The National Union of Students: Everyone is Equal, Just Some are More Equal than Others.

"[The No Platform policy] is all about making sure that students feel safe on campus and that we extend their freedom of speech by not being marginalised when they’re debating,” he said, adding: “This is very different to a Safe Space policy which is based on the idea that every single person has freedom of speech and everyone has equal right to freedom of speech, however some people have more equal rights than others.”

- Richard Brooks, Vice President of the National Union of Students

I have previously been very critical of the National Union of Students No Platform policy on who can speak and who can't speak at academic institutions. However, after I stumbled upon this debate. I was stunned at the arrogance put forward by Richard Brooks, the Vice President of the NUS. He states how these No Platform and Safe Space policies are 'progressive', and 'democratically' decided. That's right fellow students. The NUS believes they should hold a democratic decision on who can and can't debate at your University. Never mind the whole point of University is to have your worldview challenged or at the very least you see it from someone else's perspective. Some then may put forward but what about organisations that border on the extreme. I think they should be challenged on their ideas. And where better for these issues or points to be challenged. If you don't want to hear what these people have to say then don't attend the event. And specifically, if you're the type of protester that soaks themselves in fake blood then you really need to rethink your approach to how you can engage speakers in these events.

The quote from Brooks above is very similar to one from George Orwell's Animal Farm, 'All Animals are equal, just some are more equal than others'. The sentence refers to the hypocrisy of governments who proclaim equality but give power and privilege to a small elite. There is irony considering how much authority the NUS has on UK campuses and in this case in a debate in which the NUS Vice President can't even be in the room of one of these so-called extreme organisations. The organisation in question being IMPACT. Fortunately, he can endure listening to three people his organisation have no-platformed, two of which I mentioned in my first post on the NUS' No Platform Policy. They are Peter Tatchell and Julie Bindel. Bindel was No-Platformed for her views that she has since apologised for on trans-people. Tatchell was No-Platformed due to claims he was a racist. Hardly, people I would consider posing a threat to any student.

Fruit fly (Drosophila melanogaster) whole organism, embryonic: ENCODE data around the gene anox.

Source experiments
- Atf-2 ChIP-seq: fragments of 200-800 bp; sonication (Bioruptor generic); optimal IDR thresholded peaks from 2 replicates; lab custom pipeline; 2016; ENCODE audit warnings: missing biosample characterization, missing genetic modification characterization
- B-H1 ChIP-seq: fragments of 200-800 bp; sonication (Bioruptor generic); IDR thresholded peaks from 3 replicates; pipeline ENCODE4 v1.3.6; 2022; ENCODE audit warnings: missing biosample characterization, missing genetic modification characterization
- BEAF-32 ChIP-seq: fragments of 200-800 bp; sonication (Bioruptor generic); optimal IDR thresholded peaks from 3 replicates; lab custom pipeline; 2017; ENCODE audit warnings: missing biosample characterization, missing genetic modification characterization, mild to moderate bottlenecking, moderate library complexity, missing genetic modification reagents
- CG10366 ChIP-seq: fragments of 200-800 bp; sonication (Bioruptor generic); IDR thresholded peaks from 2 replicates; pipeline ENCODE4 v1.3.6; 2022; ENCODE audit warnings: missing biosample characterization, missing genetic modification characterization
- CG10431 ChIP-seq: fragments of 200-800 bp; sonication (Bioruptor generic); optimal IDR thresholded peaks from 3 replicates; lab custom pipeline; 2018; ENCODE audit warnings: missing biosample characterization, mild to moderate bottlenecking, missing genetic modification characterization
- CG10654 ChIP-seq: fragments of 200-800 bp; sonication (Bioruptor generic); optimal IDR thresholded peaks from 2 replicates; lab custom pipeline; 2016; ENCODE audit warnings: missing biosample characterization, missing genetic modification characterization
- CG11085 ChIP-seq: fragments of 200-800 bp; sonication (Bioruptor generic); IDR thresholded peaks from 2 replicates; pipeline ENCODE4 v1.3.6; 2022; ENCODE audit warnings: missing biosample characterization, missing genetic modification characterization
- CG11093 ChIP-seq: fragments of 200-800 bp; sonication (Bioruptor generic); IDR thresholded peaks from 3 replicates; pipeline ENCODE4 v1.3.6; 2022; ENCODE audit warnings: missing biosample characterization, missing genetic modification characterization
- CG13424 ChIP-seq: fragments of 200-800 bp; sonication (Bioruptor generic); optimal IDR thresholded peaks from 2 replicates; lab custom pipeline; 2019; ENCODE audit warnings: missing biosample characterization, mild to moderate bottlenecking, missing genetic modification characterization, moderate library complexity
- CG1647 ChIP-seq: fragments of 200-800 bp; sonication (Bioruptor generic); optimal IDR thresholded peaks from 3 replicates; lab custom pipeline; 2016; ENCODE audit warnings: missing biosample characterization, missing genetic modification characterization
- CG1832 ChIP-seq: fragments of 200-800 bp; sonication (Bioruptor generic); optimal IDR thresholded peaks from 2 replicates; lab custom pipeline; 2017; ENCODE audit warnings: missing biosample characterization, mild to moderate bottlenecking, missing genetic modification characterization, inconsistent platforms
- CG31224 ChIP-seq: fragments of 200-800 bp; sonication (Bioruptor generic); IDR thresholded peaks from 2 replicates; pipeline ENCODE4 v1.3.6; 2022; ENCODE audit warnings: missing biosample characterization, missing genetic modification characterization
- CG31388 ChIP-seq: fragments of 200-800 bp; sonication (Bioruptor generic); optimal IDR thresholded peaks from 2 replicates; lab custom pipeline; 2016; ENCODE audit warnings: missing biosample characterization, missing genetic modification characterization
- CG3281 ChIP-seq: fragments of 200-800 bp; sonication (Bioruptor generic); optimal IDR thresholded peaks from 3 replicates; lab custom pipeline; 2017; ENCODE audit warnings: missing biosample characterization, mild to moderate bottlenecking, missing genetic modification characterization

The crux of this debate though is that despite his smugness, he was challenged by the people this policy claims to protect. The first to challenge his view put forward that 'I think I would rather have the opportunity to challenge that person in person and to tell them why I disagree with their opinions rather than just to assume that I'm a victim or I'm going to be made vulnerable by their presence.'
However, it's the last speaker that really drives the point home that people who may be from a marginalised community don't need to be protected by the NUS. He contests that universities are a place of learning, not a house party as stated by Brooks earlier. The idea that Brooks would refer to university as a house party is incredulous. As if he couldn't make it any clearer only people the NUS like can be permitted a platform. Otherwise, you don't get an invite and honestly with higher education in its current state. Do you really want to hold events knowing that there's a likely chance of it being disrupted by students who feel inclined to believe they know whats best for your audience. Too the extent they will do everything in their power to suppress or silence you.

Let's not forget how many unions are disaffiliating from the NUS, and at this point in time. I really can't blame them. More needs to be done at universities to encourage discourse from all sides of the spectrum. Because the current danger is that, some universities may place too much emphasis on liberal perspectives and this to some extent leads to students closing their minds from challenging other points of view or drawing conclusions that may not be entirely accurate.

Overall, the state of higher education is an interesting one, the UK is fortunate for the most part that it's not facing Orwell's Nightmare as many American institutions have already endured. With rampant student activism leading to an uncomfortable environment for any student who wants the commit the greatest thought-crime of all. Expressing an opinion someone might (god forbid) disagree with.

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